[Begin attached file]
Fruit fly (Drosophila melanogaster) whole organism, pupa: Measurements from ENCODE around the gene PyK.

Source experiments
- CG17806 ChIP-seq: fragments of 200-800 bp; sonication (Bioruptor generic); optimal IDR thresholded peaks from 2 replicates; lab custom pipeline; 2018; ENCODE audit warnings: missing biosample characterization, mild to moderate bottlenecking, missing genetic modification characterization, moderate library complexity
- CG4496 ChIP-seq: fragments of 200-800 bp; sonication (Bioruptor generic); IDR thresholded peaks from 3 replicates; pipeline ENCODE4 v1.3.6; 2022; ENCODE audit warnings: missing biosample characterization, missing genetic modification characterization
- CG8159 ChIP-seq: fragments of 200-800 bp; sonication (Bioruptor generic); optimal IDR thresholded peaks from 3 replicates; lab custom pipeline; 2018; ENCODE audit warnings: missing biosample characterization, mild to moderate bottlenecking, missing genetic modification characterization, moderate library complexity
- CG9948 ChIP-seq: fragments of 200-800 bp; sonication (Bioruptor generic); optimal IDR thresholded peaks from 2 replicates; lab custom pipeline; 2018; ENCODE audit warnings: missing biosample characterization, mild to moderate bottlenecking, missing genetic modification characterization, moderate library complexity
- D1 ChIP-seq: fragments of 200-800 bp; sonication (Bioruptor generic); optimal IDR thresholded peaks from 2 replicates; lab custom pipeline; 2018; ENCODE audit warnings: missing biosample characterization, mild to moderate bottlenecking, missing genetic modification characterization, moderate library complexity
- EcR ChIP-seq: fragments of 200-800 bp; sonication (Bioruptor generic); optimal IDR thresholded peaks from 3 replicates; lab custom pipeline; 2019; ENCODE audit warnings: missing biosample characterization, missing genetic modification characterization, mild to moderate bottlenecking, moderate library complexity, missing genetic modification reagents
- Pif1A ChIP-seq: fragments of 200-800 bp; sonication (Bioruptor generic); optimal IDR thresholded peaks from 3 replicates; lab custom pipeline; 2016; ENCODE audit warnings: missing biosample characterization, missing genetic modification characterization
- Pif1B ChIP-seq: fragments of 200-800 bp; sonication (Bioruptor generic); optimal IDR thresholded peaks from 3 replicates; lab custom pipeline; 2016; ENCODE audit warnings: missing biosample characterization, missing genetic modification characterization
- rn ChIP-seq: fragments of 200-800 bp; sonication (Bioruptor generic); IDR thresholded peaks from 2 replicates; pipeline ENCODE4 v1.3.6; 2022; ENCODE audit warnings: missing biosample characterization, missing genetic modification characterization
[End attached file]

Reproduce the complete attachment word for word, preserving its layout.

Fruit fly (Drosophila melanogaster) whole organism, pupa: Measurements from ENCODE around the gene PyK.

Source experiments
- CG17806 ChIP-seq: fragments of 200-800 bp; sonication (Bioruptor generic); optimal IDR thresholded peaks from 2 replicates; lab custom pipeline; 2018; ENCODE audit warnings: missing biosample characterization, mild to moderate bottlenecking, missing genetic modification characterization, moderate library complexity
- CG4496 ChIP-seq: fragments of 200-800 bp; sonication (Bioruptor generic); IDR thresholded peaks from 3 replicates; pipeline ENCODE4 v1.3.6; 2022; ENCODE audit warnings: missing biosample characterization, missing genetic modification characterization
- CG8159 ChIP-seq: fragments of 200-800 bp; sonication (Bioruptor generic); optimal IDR thresholded peaks from 3 replicates; lab custom pipeline; 2018; ENCODE audit warnings: missing biosample characterization, mild to moderate bottlenecking, missing genetic modification characterization, moderate library complexity
- CG9948 ChIP-seq: fragments of 200-800 bp; sonication (Bioruptor generic); optimal IDR thresholded peaks from 2 replicates; lab custom pipeline; 2018; ENCODE audit warnings: missing biosample characterization, mild to moderate bottlenecking, missing genetic modification characterization, moderate library complexity
- D1 ChIP-seq: fragments of 200-800 bp; sonication (Bioruptor generic); optimal IDR thresholded peaks from 2 replicates; lab custom pipeline; 2018; ENCODE audit warnings: missing biosample characterization, mild to moderate bottlenecking, missing genetic modification characterization, moderate library complexity
- EcR ChIP-seq: fragments of 200-800 bp; sonication (Bioruptor generic); optimal IDR thresholded peaks from 3 replicates; lab custom pipeline; 2019; ENCODE audit warnings: missing biosample characterization, missing genetic modification characterization, mild to moderate bottlenecking, moderate library complexity, missing genetic modification reagents
- Pif1A ChIP-seq: fragments of 200-800 bp; sonication (Bioruptor generic); optimal IDR thresholded peaks from 3 replicates; lab custom pipeline; 2016; ENCODE audit warnings: missing biosample characterization, missing genetic modification characterization
- Pif1B ChIP-seq: fragments of 200-800 bp; sonication (Bioruptor generic); optimal IDR thresholded peaks from 3 replicates; lab custom pipeline; 2016; ENCODE audit warnings: missing biosample characterization, missing genetic modification characterization
- rn ChIP-seq: fragments of 200-800 bp; sonication (Bioruptor generic); IDR thresholded peaks from 2 replicates; pipeline ENCODE4 v1.3.6; 2022; ENCODE audit warnings: missing biosample characterization, missing genetic modification characterization